Originally posted by Ricardus:
quote:
Originally posted by lilBuddha:

The problem is the bullshit one-liner from the Ten Commandments.

The 'bullshit one-liner' in the Ten Commandments is 'thou shalt not bear false witness against thy neighbour' in both Exodus and Deuteronomy.

OK, I've generally seen that in the tl;dr version of "though shalt not lie". Checking Wikipedia, the context seems to mostly about not doing harm, and I'm cool with that.
The part I still think is rubbish is the super-injunction against doing so whilst swearing to God.

--------------------
So goodnight moon, I want the sun
If it's not here soon, I might be done
No it won't be too soon 'til I say goodnight moon

- A. N. Parsley, D. Mcvinni

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mousethief

Ship's Thieving Rodent
# 953

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quote:
Originally posted by Eliab:
It's better to say that, in exceptional circumstances, sometimes it's right to lie, rather than try to argue that there's a category of deliberately untrue and deceptive statements that aren't lies because we approve of them.

You tell the lie and go to confession and say, "I told a lie" and put it out of your mind.

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“Religion doesn't fuck up people, people fuck up religion.”—lilBuddha

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Dafyd
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# 5549

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quote:
Originally posted by Stetson:
I think this is more or less what my Thomistic Ethics professor was getting at when he quoted some philosopher(can't recall whom) as defining a lie as "withholding the truth from someone who deserves the truth".

An essay by Alasdair MacIntyre cites Benjamin Constant as someone who held such a position.

MacIntyre distinguishes between two reasons for thinking lying wrong which have been advanced is the history of ethics.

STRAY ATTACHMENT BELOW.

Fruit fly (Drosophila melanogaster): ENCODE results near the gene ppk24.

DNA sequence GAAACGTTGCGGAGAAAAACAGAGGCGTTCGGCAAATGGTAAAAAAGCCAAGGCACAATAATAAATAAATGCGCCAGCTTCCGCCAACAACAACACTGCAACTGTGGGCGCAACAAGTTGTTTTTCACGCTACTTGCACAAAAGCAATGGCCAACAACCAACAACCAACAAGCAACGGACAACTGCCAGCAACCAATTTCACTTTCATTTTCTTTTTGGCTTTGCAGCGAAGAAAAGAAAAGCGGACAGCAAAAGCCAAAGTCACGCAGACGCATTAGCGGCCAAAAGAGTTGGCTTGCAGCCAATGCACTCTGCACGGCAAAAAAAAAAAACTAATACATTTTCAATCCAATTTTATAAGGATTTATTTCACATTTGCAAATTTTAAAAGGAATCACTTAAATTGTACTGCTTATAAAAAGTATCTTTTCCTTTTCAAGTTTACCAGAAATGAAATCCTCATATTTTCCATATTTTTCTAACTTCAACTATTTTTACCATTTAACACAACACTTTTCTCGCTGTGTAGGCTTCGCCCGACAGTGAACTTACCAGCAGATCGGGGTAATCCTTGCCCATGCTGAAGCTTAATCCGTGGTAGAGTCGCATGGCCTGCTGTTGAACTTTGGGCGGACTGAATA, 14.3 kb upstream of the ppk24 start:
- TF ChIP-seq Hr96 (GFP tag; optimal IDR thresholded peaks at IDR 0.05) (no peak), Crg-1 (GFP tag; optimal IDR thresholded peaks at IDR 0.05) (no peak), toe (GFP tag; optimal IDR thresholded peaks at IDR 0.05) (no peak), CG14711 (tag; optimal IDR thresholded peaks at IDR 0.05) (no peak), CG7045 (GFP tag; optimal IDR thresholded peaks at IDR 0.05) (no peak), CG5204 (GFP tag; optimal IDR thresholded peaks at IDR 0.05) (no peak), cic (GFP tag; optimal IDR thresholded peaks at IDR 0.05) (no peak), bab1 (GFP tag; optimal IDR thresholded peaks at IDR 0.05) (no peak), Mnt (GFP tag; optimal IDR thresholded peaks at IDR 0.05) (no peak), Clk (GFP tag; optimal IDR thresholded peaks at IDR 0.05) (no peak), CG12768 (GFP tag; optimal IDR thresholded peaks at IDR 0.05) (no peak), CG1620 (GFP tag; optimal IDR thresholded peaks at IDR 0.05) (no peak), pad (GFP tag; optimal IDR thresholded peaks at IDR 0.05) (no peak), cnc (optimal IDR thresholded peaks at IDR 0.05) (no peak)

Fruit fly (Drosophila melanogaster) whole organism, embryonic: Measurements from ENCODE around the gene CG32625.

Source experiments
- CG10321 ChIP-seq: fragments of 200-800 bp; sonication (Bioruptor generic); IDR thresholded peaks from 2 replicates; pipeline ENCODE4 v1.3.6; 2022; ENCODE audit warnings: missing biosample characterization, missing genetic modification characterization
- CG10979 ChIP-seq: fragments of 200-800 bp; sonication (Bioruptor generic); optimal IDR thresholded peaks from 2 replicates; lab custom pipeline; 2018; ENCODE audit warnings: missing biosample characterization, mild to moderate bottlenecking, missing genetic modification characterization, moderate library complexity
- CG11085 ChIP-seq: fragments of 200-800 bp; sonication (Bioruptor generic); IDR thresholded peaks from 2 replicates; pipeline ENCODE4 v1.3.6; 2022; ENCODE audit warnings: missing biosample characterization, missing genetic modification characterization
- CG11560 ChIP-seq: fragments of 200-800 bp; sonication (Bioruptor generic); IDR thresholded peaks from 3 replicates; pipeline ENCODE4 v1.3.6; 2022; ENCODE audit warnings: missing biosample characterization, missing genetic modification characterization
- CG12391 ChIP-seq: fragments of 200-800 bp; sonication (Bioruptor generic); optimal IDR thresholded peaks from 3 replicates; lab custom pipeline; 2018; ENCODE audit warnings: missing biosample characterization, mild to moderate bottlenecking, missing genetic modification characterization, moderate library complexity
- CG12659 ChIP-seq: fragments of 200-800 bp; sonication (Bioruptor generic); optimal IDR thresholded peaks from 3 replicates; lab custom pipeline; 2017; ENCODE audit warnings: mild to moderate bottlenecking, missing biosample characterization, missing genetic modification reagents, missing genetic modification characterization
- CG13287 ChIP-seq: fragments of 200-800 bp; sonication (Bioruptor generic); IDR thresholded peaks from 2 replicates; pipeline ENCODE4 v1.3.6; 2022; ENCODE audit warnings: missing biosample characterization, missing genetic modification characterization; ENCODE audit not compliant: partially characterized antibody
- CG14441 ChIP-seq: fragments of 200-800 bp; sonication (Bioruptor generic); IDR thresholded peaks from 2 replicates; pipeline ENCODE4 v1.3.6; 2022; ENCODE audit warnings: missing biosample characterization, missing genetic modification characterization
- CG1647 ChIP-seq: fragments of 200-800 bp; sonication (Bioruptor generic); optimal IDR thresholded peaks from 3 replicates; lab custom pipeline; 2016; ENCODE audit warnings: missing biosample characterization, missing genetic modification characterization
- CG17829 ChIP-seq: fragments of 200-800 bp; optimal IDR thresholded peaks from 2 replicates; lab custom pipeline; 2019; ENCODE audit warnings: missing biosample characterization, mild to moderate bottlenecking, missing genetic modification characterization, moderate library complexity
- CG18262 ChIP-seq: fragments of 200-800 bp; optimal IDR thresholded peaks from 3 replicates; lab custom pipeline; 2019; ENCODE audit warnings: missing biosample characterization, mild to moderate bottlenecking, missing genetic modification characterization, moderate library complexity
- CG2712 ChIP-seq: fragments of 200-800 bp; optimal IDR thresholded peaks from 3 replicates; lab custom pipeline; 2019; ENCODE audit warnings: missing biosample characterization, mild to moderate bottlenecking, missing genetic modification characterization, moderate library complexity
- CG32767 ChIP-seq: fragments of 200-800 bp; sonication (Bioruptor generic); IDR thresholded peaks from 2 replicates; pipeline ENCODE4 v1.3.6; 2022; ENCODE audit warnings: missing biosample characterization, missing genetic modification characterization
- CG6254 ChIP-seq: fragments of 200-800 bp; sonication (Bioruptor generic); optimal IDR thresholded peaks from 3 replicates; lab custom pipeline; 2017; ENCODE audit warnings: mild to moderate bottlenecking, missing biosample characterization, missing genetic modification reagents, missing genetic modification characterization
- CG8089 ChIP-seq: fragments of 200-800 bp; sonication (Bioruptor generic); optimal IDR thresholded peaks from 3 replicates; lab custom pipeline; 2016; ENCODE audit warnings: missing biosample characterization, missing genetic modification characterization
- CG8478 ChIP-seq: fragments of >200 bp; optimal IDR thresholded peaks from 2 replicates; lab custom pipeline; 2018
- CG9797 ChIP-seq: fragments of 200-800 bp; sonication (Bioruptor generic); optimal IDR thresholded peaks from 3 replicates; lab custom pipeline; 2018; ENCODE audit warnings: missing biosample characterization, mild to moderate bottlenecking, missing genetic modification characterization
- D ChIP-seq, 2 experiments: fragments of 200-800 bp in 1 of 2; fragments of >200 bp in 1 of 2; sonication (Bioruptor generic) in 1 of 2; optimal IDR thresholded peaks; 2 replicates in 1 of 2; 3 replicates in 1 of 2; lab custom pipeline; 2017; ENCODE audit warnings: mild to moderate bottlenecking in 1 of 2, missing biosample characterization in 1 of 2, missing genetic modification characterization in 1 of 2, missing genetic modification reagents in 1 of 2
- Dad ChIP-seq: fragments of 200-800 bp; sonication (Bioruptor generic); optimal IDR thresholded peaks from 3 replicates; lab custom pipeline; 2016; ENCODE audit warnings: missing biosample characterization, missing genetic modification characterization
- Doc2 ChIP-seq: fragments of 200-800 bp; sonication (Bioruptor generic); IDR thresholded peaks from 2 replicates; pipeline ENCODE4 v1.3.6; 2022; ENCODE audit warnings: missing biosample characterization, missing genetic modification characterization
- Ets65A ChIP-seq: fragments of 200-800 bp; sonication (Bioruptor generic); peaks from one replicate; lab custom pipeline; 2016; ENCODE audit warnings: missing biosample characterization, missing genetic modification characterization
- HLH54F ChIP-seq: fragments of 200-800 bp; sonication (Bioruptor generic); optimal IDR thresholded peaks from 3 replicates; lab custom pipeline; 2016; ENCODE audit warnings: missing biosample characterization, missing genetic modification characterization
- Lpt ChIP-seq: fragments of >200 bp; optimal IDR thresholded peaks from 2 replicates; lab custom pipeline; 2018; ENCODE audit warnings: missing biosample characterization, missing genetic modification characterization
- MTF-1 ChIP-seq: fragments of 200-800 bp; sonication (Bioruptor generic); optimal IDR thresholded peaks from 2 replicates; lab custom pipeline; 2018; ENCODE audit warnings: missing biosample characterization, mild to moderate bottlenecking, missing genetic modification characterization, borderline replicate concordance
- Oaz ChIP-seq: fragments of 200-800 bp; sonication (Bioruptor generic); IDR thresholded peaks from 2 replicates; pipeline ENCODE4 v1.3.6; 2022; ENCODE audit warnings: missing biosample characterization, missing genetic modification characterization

One is to that lies destroy trust, and the other is that lies are untrue. The first tradition says that lies are wrong because human society and human cooperation depend upon trust and lies destroy that trust. The second tradition says that lies are wrong because they offend against the rule of reason that one should mean what one says or the Kantian argument that liars depend upon a maxim of truth-telling in order to be believed.(*)

The two traditions coincide at the most rigourous end, but diverge when they're a little less rigourous. The first tradition doesn't distinguish between lies and other forms of deception, since both involve breaches of trust: both may be justified if they conflict with a more important moral commitment. The second tradition does distinguish between lying (which is usually absolutely forbidden) and saying what is true but misleading (which may be justified).

MacIntyre incidentally thinks we can learn from both traditions, though he comes down more on the side of the first.

(*) Compare two reasons for the wrongness of breaking promises: one says that society depends upon people keeping promises and therefore breaking promises damages society; the other that it is an essential part of the concept of making promises that it is wrong to break them.

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we remain, thanks to original sin, much in love with talking about, rather than with, one another. Rowan Williams

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Enoch
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# 14322

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I am sure some shipmates will tell me I don't understand ethics, but:-

1. First, there's a difference between the duty to tell the truth when one is acting off one's own bat, one's own initiative, in furtherance of one's own goals, where it's difficult if not impossible to conceive of an exception, and where the obligation to answer is being imposed by someone else. In that situation, the status and circumstances of the person imposing the question has a bearing.

2. We're talking of bearing false witness. So bringing a case founded on a lie is particularly heinous.